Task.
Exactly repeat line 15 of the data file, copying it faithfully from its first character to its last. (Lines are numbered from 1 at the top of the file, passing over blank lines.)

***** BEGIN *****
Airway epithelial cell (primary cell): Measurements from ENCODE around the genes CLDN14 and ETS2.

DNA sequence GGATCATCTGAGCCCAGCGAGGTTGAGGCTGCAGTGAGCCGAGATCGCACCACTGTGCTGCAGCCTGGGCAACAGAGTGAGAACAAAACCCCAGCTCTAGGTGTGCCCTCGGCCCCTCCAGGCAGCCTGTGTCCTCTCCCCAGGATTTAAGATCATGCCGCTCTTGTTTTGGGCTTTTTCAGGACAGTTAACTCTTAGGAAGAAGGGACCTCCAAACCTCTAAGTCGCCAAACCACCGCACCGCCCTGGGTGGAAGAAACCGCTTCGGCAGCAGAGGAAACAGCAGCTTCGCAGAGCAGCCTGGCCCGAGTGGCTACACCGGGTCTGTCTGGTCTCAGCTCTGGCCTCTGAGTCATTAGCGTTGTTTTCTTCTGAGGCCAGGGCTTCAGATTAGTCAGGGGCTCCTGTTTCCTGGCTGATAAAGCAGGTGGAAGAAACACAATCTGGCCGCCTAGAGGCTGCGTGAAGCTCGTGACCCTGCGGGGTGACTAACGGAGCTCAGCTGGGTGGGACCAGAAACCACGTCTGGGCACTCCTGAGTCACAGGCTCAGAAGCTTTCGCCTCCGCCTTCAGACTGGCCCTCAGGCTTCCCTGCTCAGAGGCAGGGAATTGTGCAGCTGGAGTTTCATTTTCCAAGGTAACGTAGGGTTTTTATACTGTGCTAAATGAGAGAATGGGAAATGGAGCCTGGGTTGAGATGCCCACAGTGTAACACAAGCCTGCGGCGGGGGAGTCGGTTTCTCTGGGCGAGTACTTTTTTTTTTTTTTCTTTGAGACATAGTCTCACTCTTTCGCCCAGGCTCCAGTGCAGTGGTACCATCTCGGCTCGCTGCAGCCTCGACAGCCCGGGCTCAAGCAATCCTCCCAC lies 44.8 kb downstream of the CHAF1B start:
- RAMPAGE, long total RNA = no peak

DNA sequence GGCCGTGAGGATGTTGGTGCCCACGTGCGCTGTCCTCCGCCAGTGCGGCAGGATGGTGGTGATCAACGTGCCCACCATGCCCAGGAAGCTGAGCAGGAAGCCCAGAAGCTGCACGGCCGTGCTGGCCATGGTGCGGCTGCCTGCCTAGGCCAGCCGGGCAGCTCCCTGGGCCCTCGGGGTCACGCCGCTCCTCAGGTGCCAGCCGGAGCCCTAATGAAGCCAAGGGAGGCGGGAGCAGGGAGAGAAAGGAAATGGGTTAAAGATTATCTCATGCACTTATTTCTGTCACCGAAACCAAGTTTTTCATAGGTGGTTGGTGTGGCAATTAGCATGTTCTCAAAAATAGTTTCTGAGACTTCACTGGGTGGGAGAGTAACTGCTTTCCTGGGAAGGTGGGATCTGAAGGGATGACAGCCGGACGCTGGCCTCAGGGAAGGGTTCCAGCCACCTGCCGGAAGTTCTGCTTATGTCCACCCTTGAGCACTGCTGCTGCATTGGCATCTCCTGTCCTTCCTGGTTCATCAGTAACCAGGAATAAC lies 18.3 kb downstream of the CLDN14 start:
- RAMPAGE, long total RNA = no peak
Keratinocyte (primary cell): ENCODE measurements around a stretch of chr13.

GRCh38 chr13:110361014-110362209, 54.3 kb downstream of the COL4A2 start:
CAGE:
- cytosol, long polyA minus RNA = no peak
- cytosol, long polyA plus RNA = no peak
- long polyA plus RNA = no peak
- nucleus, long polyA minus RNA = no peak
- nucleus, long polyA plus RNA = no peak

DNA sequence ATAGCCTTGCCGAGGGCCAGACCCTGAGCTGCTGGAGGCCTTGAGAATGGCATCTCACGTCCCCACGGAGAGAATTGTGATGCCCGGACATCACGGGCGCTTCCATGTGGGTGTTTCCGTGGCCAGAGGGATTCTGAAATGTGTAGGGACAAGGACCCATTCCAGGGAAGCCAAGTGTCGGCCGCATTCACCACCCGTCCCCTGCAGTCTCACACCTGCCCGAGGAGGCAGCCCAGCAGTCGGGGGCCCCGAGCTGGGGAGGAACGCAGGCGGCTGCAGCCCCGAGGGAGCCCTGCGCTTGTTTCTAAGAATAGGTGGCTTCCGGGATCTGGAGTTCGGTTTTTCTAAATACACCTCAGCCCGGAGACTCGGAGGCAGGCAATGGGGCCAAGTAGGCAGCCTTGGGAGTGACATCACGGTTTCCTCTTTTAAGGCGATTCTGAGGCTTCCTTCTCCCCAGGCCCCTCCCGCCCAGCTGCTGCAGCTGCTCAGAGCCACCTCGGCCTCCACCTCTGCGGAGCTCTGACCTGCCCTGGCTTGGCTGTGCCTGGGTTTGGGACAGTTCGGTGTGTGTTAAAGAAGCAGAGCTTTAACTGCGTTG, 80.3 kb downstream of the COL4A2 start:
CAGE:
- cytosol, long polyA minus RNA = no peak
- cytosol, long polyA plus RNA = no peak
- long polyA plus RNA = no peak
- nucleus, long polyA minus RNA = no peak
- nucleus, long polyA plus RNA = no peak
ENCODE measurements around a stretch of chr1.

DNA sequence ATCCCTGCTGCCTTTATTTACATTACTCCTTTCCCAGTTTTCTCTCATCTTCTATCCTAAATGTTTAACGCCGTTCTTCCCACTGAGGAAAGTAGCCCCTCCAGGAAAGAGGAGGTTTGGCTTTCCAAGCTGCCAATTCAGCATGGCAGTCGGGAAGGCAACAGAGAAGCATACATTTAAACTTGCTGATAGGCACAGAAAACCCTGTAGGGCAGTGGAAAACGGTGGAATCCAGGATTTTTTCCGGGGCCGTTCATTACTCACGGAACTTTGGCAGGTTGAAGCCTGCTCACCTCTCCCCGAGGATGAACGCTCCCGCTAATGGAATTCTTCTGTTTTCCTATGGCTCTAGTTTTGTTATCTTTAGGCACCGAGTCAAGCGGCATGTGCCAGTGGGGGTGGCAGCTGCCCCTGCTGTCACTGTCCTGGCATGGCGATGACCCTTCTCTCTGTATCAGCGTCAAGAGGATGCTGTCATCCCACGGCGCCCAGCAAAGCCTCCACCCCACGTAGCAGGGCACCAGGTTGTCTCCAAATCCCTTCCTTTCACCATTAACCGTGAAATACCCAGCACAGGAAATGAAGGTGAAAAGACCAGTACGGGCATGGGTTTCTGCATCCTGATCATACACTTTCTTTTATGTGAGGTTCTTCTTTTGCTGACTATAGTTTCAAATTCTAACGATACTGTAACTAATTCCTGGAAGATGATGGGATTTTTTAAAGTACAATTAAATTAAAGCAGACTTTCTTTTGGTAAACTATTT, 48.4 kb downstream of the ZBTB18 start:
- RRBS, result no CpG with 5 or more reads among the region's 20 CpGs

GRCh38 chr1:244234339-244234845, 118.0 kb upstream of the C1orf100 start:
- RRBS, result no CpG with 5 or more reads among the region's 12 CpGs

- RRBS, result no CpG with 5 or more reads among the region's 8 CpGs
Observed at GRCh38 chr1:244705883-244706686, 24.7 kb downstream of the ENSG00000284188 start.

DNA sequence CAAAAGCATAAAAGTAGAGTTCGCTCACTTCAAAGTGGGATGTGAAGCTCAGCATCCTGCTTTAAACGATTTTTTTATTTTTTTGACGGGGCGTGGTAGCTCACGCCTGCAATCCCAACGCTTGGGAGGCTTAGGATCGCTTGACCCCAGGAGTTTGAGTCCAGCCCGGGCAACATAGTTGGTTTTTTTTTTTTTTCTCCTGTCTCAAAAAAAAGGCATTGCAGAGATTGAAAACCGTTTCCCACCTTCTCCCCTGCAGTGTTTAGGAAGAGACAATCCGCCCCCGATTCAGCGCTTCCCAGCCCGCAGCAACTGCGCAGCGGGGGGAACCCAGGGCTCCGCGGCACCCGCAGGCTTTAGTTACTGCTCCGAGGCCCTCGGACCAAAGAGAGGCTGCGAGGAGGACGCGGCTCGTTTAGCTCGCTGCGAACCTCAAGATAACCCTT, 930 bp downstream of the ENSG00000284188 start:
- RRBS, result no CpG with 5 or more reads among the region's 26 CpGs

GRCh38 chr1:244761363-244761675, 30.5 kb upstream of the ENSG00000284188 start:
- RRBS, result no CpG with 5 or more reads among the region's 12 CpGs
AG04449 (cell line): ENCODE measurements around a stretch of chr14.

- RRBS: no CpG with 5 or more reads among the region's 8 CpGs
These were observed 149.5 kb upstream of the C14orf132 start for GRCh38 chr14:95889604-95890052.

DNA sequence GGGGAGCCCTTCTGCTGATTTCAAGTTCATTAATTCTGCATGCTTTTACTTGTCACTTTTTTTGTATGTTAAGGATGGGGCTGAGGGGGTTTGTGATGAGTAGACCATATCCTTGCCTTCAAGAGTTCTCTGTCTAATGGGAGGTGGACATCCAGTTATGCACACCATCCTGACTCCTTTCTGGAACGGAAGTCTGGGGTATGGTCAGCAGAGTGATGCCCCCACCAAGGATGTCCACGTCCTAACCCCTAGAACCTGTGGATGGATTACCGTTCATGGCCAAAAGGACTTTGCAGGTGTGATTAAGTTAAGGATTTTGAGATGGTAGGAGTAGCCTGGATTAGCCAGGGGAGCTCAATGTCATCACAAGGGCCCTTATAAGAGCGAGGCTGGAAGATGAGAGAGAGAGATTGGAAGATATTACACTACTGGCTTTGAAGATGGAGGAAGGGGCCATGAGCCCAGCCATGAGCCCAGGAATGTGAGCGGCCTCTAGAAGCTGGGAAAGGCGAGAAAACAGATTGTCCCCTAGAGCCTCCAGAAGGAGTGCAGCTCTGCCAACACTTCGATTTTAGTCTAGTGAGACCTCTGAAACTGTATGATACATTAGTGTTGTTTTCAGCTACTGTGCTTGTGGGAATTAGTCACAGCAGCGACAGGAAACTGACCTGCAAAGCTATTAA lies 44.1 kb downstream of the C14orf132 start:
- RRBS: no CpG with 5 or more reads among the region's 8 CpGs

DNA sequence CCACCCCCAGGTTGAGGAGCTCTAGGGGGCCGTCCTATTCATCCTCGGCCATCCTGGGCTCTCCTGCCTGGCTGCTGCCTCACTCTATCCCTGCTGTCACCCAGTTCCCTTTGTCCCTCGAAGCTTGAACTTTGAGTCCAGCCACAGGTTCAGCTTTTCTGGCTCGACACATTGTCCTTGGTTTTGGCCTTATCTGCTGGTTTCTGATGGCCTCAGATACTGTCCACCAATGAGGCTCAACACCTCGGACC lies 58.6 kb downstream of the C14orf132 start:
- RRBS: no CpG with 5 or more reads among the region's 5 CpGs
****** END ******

CAGE: